• It’s so extraordinarily unbalanced and unfair. Someone’s got to get a grip on this stuff. Brexit is killing everything.

      • This isn’t Brexit this is the Conservatives unpicking the welfare safety net via supposed austerity cuts.

        • Yes of course, but because Brexit is taking up all of Parliament’s time and dominating media coverage other more important issues get ignored, e.g. Poverty, housing, homelessness, foodbanks, sanctions, universal Credit, the wholesale destruction of our Social Security etc.

  3. The Tories sneaked in the cuts to legal aid years ago. It’s virtually been scrapped as a system, another victim of austerity cuts. A deliberate strike at the poor and the unemployed by a government that couldn’t care less for them.
    Now its more a question of getting a copy of ‘How To Be Lawyer’, and having a go yourself.

    • Tories don’t want poor people to have any Representation, they’ve deliberately turned us back some would say to Victorian times, I’d say the Middle Ages, it’s like neither Peterloo nor the Magna Carta ever happened. One thing that certainly did happen though was the Enclosures (or Inclosures), whereby the State and the Aristocracy came to own the common land, and the English became a nation of landless peasants forcibly driven off the land, their dwellings burned down, forced to become rent-paying tenants in the newly emerging towns & cities as the agricultural workforce became the Industrial Working Class. The same landowning classes still exist and they still own the land, and the homes we have to rent. Nothing has changed expect the industry has gone, and now (as Crass pointed out back in the 80s) they owe us a living.


      • Absolutely true Trev. And it is all part of the same dreadful programme of social re-engineering that the Phillip Alston UN report has shown. First unemployment benefits cut, then the attacks on disability benefits, then the removal of legal aid. So now not only are people impoverished, they can’t even afford legal aid to do something about it. And who should be having legal aid if not the poor ?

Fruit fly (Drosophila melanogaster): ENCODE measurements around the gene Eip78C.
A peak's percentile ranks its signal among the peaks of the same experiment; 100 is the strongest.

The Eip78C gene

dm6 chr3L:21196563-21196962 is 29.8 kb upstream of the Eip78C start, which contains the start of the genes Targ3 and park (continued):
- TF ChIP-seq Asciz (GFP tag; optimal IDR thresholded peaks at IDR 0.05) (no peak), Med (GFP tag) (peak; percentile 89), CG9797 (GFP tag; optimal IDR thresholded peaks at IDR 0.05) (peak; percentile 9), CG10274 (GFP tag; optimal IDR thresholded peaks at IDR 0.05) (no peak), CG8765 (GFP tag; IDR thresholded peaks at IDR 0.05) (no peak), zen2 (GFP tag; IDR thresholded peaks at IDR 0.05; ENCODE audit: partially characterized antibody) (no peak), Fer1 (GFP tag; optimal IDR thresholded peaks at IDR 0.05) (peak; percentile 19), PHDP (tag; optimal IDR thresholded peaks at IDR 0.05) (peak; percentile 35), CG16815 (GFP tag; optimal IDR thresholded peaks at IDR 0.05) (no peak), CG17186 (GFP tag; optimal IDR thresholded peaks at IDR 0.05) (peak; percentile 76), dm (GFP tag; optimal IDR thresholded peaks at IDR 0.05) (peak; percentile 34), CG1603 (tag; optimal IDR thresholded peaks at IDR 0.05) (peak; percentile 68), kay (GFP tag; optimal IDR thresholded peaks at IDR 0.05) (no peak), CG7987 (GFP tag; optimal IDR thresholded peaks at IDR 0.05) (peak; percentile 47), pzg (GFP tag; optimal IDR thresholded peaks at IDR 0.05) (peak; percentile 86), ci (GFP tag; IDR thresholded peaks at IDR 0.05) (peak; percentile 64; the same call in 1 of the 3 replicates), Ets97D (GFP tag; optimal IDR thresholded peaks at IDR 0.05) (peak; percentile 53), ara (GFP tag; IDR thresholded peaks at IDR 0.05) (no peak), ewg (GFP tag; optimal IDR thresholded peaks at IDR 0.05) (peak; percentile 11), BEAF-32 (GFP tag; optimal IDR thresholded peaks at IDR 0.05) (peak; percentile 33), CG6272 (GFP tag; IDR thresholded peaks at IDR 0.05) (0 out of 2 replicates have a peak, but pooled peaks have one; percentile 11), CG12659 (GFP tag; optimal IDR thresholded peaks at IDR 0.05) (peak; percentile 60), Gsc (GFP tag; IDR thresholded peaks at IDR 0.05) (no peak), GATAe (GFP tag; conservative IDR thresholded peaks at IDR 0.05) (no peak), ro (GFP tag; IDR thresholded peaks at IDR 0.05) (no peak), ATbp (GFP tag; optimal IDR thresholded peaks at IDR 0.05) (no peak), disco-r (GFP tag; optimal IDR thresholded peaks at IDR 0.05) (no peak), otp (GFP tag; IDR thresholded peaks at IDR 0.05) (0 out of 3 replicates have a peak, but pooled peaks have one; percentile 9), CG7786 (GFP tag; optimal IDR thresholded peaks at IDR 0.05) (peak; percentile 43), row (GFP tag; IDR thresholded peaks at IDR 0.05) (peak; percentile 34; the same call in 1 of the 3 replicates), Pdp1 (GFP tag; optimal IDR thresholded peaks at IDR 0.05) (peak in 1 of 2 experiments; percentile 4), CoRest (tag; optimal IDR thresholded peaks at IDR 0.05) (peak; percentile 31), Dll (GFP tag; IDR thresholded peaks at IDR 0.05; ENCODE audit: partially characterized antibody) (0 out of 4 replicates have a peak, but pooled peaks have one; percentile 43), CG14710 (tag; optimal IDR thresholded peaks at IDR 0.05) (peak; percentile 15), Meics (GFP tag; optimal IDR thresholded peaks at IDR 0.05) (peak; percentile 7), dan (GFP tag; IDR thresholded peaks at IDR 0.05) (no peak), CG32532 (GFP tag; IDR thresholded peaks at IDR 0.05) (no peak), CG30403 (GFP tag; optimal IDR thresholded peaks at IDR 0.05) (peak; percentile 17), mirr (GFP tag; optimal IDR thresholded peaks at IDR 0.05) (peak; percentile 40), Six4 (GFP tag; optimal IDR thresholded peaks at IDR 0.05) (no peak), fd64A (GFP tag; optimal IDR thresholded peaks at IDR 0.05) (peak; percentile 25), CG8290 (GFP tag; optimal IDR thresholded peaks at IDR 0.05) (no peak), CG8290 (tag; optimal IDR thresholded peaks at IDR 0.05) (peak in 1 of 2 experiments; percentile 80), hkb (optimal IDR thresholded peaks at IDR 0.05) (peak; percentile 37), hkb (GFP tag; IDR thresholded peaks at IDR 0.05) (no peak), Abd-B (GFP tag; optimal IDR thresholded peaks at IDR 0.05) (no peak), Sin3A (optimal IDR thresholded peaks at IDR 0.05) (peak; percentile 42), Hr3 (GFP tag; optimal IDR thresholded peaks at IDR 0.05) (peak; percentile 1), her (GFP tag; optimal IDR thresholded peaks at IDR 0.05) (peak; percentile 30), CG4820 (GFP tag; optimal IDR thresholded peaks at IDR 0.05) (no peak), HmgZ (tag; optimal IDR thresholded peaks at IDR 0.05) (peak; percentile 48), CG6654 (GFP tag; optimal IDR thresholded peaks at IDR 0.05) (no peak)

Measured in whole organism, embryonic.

• At my local JC they were actually trying to sell these wretched call-centre jobs to people. Without much success.
      Who would want to sit in a DWP call-centre, taking 60-70 calls a day, many from people who had been denied disability benefits ?
      Not exactly a nice working environment.

      • Years ago before UC I got sent for an interview for precisely that job, working in a DWP call centre in Halifax. It was target-driven, so many calls per hour, and people had to put their hand up ✋ to go to the toilet. Somehow I managed to pass the civil service entrance exams and got through to interview stage, but managed to blow it by saying all the wrong things, but that was a close one!

        • P.S.
          I signed on this afternoon (had a late appointment, so it was hanging over me all day) and after the usual third degree about what’s preventing me from getting a job etc. the Dole Clerk Adviser woman gave me a job to apply for that is based right out in the sticks, miles away, with a poor bus service and a 7.30am start. I had just told her that I have no transport and many (most) of the vacancies I see are situated far away and the employers want people who have own transport or who live nearer. Then she gives me that! Honestly these jobcentre advisers are off their rocker. Anyway I found the job online and applied for it, but when I submitted the application it asks if you live in that postcode, I clicked NO and sent it nonetheless, but am obviously not going to get the bloody job.